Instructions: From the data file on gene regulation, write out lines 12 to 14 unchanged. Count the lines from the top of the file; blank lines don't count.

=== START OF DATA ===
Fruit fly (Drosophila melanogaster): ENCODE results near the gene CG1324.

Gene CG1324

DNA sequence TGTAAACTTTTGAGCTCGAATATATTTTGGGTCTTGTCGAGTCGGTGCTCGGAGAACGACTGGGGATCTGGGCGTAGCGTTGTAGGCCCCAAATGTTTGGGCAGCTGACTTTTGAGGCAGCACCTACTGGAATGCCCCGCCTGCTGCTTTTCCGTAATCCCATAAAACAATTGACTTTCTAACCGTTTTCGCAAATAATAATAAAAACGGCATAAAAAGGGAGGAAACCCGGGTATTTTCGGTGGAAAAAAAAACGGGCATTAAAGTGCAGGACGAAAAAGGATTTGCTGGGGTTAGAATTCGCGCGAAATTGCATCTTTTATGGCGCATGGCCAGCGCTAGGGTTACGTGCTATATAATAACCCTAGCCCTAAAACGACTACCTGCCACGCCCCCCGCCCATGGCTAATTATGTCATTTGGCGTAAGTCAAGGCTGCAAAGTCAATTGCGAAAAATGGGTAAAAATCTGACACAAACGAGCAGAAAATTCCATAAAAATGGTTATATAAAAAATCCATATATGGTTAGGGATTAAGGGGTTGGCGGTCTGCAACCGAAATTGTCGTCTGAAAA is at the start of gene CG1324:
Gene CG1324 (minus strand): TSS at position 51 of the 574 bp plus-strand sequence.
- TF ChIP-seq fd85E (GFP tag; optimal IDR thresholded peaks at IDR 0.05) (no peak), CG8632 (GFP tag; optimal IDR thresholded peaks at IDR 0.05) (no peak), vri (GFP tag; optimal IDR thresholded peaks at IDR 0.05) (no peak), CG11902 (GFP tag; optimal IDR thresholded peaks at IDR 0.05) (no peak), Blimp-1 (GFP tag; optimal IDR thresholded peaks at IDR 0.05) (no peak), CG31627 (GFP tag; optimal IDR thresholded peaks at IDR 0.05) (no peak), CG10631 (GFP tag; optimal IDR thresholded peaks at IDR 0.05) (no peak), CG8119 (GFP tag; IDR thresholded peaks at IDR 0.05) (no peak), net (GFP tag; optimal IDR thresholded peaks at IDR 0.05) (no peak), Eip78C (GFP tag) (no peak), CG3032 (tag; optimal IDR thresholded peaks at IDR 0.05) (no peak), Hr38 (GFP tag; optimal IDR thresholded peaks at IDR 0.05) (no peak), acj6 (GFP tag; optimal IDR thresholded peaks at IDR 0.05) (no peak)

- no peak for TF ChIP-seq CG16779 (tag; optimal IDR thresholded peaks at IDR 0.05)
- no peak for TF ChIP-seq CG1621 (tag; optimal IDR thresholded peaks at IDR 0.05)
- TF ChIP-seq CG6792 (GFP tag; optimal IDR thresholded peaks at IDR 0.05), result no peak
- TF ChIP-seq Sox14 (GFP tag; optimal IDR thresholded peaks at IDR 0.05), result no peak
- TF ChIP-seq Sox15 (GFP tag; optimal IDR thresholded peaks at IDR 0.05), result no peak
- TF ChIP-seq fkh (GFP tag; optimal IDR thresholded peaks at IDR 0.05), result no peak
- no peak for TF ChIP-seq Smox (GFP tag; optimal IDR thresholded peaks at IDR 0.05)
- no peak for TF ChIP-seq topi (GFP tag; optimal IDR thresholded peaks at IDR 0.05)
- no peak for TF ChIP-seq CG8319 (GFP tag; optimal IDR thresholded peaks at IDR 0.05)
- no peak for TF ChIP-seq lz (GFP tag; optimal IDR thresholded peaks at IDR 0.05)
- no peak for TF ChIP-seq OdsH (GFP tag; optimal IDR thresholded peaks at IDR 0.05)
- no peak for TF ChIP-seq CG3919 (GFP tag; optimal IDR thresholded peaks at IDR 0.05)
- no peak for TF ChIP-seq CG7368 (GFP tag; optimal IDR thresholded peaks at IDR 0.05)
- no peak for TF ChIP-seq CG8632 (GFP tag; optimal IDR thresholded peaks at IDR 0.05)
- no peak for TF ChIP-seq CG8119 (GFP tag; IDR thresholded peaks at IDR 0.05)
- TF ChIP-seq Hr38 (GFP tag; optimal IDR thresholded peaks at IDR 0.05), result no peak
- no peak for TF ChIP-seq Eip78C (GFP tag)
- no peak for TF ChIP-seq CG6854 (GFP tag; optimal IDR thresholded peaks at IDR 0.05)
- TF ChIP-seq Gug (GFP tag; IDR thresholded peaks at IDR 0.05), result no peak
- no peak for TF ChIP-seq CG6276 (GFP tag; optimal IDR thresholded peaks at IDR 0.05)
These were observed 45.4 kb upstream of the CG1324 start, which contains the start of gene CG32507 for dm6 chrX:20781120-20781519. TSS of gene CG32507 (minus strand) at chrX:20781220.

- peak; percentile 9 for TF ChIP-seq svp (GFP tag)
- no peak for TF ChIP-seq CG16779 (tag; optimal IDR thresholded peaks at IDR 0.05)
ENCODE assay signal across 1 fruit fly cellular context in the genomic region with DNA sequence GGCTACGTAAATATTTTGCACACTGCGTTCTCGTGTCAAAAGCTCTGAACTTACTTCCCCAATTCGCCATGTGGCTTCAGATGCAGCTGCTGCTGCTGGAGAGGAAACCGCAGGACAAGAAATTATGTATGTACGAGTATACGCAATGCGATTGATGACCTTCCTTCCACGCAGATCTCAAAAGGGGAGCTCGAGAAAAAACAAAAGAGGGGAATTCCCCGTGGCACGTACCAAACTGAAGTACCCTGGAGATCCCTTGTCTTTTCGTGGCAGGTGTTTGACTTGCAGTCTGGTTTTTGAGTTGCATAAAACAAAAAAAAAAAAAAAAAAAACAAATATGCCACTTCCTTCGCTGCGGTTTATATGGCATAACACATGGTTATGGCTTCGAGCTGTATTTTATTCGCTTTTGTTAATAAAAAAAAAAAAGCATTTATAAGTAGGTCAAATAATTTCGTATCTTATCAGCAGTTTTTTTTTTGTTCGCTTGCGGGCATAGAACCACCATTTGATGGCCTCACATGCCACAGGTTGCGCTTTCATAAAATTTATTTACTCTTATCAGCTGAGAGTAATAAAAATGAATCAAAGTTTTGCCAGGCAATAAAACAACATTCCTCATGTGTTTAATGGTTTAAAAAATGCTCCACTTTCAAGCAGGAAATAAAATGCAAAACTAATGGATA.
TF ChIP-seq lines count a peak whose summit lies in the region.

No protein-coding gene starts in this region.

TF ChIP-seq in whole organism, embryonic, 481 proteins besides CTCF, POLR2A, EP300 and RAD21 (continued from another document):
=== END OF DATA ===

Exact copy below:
- no peak for TF ChIP-seq Smox (GFP tag; optimal IDR thresholded peaks at IDR 0.05)
- no peak for TF ChIP-seq topi (GFP tag; optimal IDR thresholded peaks at IDR 0.05)
- no peak for TF ChIP-seq CG8319 (GFP tag; optimal IDR thresholded peaks at IDR 0.05)